HLS Students Predict Loss for FAIR

Listening to audio recording, crowd at Harkness gauges that free speech claims failed

Most Harvard Law School (HLS) students reacted pessimistically to Supreme Court oral arguments regarding the constitutionality of the Solomon Amendment yesterday morning, saying that the government’s position—rather than the law schools’ stance—seemed to resonate more with the justices.

At the HLS Harkness Commons, students listened to an audio recording of the court’s arguments just minutes after they ended in Washington. Though only about 12 students were present at the start of the event, over 100 happened in as the clock approached noon.

In the case, Rumsfeld v. Forum for Academic and Institutional Rights (FAIR), FAIR is challenging the constitutionality of the Solomon Amendment, a statute that allows the Department of Defense to suspend federal funding to universities that deny “equal access” to military recruiters. FAIR is composed of 36 law schools and law faculties. Though HLS is not a member, Harvard has gone on record supporting FAIR’s arguments.

Throughout the afternoon, most of the students were openly derisive toward Solicitor General Paul D. Clement, who represented the government, and the justices who appeared to side with him. When Justice Antonin Scalia first said “homosexual,” one student mocked Scalia, saying “‘Homosexuals,’ who I hate by the way.” Later when Scalia said “objection to homosexuality” when he meant to say “objection to homosexual discrimination,” one student called out, “Was that [a] Freudian slip, justice?”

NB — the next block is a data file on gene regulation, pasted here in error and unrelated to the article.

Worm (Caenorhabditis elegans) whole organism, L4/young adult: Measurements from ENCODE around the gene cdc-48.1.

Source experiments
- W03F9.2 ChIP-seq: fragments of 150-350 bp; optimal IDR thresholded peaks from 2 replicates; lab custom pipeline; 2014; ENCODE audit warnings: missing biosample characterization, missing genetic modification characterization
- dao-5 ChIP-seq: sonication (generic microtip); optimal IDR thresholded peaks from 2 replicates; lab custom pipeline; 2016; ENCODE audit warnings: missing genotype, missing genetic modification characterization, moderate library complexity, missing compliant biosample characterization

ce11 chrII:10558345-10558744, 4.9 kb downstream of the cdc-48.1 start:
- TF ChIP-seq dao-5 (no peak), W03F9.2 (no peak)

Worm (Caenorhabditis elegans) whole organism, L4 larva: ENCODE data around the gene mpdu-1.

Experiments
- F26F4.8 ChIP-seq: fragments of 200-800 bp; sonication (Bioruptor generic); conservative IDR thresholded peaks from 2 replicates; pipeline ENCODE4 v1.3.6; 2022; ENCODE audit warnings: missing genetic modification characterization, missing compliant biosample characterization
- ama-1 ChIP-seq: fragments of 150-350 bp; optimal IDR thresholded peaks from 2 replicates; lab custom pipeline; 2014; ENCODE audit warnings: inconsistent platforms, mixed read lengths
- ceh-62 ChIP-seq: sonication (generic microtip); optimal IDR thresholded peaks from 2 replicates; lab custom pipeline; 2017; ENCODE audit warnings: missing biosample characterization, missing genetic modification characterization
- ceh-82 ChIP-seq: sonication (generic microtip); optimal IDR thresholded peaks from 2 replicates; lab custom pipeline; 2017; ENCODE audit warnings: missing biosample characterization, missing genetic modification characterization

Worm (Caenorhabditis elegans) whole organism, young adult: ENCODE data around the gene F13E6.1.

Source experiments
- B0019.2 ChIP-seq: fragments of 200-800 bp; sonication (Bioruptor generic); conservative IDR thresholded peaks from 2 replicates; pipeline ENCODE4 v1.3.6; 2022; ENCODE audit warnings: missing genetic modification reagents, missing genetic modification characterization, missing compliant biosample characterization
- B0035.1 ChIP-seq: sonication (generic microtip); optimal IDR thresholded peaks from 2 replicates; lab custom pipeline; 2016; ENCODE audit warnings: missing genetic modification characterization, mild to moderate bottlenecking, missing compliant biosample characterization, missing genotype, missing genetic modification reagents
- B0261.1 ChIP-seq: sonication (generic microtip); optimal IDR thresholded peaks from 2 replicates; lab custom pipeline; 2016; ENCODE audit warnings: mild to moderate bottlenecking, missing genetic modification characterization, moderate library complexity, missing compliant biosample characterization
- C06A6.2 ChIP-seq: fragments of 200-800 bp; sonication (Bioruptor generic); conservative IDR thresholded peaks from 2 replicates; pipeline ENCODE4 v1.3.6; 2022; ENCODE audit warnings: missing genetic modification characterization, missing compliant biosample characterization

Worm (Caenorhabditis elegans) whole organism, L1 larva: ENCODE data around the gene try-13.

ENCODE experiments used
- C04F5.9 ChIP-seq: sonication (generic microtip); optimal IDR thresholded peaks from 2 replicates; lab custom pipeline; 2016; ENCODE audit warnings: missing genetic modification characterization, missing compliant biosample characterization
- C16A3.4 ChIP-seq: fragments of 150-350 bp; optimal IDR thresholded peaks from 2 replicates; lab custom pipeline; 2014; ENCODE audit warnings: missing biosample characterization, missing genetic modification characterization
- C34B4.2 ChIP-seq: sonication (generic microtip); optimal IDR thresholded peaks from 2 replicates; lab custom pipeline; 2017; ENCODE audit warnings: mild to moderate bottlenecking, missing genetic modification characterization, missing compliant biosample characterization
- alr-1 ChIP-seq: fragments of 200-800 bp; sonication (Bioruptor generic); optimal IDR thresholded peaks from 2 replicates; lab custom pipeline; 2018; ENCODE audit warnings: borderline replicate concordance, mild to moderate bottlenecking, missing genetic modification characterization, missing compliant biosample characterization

Nevertheless, after listening to the oral arguments, most of the HLS students resignedly said that they thought the court would side either with the government or decide the issue on statutory grounds. Most said that the justices did not seem convinced by FAIR attorney E. Joshua Rosenkranz’s arguments with regard to free speech. They pointed out that even the more liberal members of the court—including Justices Steven G. Breyer and John Paul Stevens—seemed skeptical of Rosenkranz’s claims that the Solomon Amendment amounted to “compelled speech” and violated the First Amendment.

“It looks like the government is going to win the case,” Daniel J. Urman, a third year law student, said. “The justices didn’t buy the free speech argument one bit.”

Still, some held out hope that FAIR would win—on statutory, not constitutional grounds—saying that though the free speech arguments appeared unsuccessful, the court could still decide the case in favor of the law schools.

In a friend-of-the-court brief filed in September, 40 HLS professors wrote that the Solomon Amendment requires schools to give recruiters only access that is “equal in quality and scope” to that of other recruiters access, and since all employers must comply with the nondiscrimination requirement, Harvard actually meets the Solomon Amendment’s requirements.